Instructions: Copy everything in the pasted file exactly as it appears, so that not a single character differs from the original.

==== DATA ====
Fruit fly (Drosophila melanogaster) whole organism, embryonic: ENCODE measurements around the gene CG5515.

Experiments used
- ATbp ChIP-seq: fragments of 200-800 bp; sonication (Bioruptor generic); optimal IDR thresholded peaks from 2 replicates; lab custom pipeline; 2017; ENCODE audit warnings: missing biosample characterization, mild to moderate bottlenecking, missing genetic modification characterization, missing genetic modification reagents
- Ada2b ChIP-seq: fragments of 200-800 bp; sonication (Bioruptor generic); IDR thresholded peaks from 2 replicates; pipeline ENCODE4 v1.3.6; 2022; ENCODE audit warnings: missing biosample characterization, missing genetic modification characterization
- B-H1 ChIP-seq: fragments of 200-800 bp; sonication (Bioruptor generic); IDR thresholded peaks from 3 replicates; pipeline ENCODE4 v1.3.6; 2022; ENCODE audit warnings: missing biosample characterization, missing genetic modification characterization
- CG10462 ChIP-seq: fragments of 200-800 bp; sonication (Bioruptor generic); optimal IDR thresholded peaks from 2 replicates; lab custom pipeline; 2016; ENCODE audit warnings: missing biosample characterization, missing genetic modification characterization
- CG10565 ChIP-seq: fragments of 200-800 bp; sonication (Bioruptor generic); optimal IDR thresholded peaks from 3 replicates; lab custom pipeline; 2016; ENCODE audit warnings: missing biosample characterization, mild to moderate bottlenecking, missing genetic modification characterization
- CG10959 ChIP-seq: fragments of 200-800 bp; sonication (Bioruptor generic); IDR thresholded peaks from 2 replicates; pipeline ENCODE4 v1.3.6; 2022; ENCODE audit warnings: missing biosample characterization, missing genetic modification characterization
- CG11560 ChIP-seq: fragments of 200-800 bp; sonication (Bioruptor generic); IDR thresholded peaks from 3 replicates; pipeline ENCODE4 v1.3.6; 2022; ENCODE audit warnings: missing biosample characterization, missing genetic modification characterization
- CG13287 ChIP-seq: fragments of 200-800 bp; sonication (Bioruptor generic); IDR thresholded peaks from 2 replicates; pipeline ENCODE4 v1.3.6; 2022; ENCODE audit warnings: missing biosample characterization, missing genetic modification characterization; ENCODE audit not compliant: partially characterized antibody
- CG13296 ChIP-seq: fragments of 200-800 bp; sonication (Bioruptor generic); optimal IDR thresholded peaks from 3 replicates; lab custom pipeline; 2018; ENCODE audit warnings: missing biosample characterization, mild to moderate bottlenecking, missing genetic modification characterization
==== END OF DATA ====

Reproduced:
Fruit fly (Drosophila melanogaster) whole organism, embryonic: ENCODE measurements around the gene CG5515.

Experiments used
- ATbp ChIP-seq: fragments of 200-800 bp; sonication (Bioruptor generic); optimal IDR thresholded peaks from 2 replicates; lab custom pipeline; 2017; ENCODE audit warnings: missing biosample characterization, mild to moderate bottlenecking, missing genetic modification characterization, missing genetic modification reagents
- Ada2b ChIP-seq: fragments of 200-800 bp; sonication (Bioruptor generic); IDR thresholded peaks from 2 replicates; pipeline ENCODE4 v1.3.6; 2022; ENCODE audit warnings: missing biosample characterization, missing genetic modification characterization
- B-H1 ChIP-seq: fragments of 200-800 bp; sonication (Bioruptor generic); IDR thresholded peaks from 3 replicates; pipeline ENCODE4 v1.3.6; 2022; ENCODE audit warnings: missing biosample characterization, missing genetic modification characterization
- CG10462 ChIP-seq: fragments of 200-800 bp; sonication (Bioruptor generic); optimal IDR thresholded peaks from 2 replicates; lab custom pipeline; 2016; ENCODE audit warnings: missing biosample characterization, missing genetic modification characterization
- CG10565 ChIP-seq: fragments of 200-800 bp; sonication (Bioruptor generic); optimal IDR thresholded peaks from 3 replicates; lab custom pipeline; 2016; ENCODE audit warnings: missing biosample characterization, mild to moderate bottlenecking, missing genetic modification characterization
- CG10959 ChIP-seq: fragments of 200-800 bp; sonication (Bioruptor generic); IDR thresholded peaks from 2 replicates; pipeline ENCODE4 v1.3.6; 2022; ENCODE audit warnings: missing biosample characterization, missing genetic modification characterization
- CG11560 ChIP-seq: fragments of 200-800 bp; sonication (Bioruptor generic); IDR thresholded peaks from 3 replicates; pipeline ENCODE4 v1.3.6; 2022; ENCODE audit warnings: missing biosample characterization, missing genetic modification characterization
- CG13287 ChIP-seq: fragments of 200-800 bp; sonication (Bioruptor generic); IDR thresholded peaks from 2 replicates; pipeline ENCODE4 v1.3.6; 2022; ENCODE audit warnings: missing biosample characterization, missing genetic modification characterization; ENCODE audit not compliant: partially characterized antibody
- CG13296 ChIP-seq: fragments of 200-800 bp; sonication (Bioruptor generic); optimal IDR thresholded peaks from 3 replicates; lab custom pipeline; 2018; ENCODE audit warnings: missing biosample characterization, mild to moderate bottlenecking, missing genetic modification characterization